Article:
Lindstrom echoed the sentiment that clients are more informed about energy efficient components of their project. In the past two years, he said clients have asked more questions about day lighting and energy efficient lighting fixtures, citing the increasing awareness in the region of Orion Energy Systems and its innovative approach to bring meaningful measurements and dollar-value savings to the energy discussion.

“They have made a lot of companies in our area aware of the possibilities in lighting,” Lindstrom said.

He said building construction customers also ask more educated questions about insulation products and heat retention values, as well as HVAC systems. But Lindstrom indicated not  all components of sustainability entice local business owners.

“In northeast Wisconsin, there’s an awareness, but there’s still some reluctance to engage a greater amount of LEED, if you will,” said Lindstrom, who’s also LEED certified.

As an example, Lindstrom cited the use of porous concrete in building foundations, which has the ability to better manage the climate within a structure, but hasn’t really been tested in Wisconsin due to its typically-Midwestern weather. Porous concrete is more widely used in the South, Lindstrom said, where extreme cold temperatures occur far less frequently.

A collaborative effort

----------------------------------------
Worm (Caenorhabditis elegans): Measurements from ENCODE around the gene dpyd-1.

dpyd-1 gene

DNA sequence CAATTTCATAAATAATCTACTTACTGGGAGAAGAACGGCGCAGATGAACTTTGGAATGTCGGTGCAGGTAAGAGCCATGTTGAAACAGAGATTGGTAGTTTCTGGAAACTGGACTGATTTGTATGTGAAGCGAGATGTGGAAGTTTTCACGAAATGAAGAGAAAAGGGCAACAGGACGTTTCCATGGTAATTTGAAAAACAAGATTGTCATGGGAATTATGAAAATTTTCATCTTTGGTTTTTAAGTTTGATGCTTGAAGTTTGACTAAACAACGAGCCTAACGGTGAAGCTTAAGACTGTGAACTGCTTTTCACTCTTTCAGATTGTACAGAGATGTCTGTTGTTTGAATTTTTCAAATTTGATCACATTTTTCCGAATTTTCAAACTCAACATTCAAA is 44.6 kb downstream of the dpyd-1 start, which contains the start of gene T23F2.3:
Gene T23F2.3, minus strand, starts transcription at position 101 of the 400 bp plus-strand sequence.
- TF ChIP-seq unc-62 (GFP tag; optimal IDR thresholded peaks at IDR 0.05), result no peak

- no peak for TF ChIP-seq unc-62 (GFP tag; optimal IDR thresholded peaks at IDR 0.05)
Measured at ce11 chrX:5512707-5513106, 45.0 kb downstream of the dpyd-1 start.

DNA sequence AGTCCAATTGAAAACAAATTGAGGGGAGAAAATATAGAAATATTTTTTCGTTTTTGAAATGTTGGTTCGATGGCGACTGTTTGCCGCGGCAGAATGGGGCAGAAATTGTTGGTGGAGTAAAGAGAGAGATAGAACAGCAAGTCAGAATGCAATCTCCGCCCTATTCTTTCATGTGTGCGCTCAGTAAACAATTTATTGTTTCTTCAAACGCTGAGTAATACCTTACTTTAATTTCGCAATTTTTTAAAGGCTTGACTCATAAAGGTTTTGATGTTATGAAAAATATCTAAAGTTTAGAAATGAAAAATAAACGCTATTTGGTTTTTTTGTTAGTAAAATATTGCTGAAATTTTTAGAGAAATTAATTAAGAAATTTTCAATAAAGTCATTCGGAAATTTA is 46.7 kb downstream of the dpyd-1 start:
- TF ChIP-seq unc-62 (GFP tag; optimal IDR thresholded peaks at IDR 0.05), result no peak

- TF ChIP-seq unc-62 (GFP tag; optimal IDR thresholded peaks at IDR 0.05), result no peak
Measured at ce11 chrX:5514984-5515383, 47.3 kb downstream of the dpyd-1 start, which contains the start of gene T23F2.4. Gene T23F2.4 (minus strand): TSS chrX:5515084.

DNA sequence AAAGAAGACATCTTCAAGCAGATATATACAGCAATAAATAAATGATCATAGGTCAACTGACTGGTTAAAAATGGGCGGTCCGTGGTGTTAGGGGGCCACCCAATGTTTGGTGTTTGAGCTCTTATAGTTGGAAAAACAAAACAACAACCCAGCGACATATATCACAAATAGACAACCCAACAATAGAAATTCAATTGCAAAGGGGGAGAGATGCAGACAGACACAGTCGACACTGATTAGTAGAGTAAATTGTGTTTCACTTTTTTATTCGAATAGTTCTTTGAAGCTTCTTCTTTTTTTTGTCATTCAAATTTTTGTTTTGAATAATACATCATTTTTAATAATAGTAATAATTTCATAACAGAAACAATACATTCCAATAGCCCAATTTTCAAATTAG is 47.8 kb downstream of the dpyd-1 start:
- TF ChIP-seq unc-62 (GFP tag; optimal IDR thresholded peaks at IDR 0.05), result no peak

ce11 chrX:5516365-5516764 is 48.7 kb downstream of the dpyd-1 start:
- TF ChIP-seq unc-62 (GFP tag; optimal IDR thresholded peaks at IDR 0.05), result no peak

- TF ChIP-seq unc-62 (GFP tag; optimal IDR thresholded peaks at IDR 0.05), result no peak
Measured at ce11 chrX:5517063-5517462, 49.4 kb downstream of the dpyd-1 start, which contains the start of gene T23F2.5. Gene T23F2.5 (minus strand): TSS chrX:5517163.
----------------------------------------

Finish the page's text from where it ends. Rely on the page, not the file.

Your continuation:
IT’S ONLY BEEN A FEW SHORT YEARS since a time when the various sub-contractors involved on a project worked within their own silo of discipline. Excavators only concerned themselves with preparing the site, plumbers only worried about the plumbing, and HVAC technicians worried only about heating, cooling and other air exchange concerns. And piece by piece a building went up, with the general contractor often being the only central point of communication and organization for a construction project.

In recent years, as an example, there’s become greater awareness that the natural heat from the sun shining through a tempered glass exterior building might require a different – and perhaps more efficient – heating and cooling system than an office building with few windows at all, said Phil Corbin, the HVAC business development manager at J. F. Ahern Company in Fond du Lac. In addition, Corbin said, heat generated by the lighting system, computers and other electronics in the office, needs to be considered when evaluating appropriate HVAC system requirements.

LEED certification includes a requirement for collaboration among all contractors on projects, said Corbin. That’s important, because the efficiency and sustainability of equipment and products is improving at such a rapid rate that building professionals might have a difficult time keeping updates on the latest product development outside of their own discipline.

“There’s a lot more options out there than there was 10 years ago,” Corbin said.

Even in the last three to five years, manufacturers of HVAC equipment have steadily ratcheted up the efficiency standards for their products, eliminating many of the older, less efficient models from their product assembly lines altogether.

Green products the standard

OUTFITTING A NEWLY CONSTRUCTED BUILDING with the latest energy efficient and environmentally sensitive fixtures and furnishings previously meant a mark up on the price for the finished building.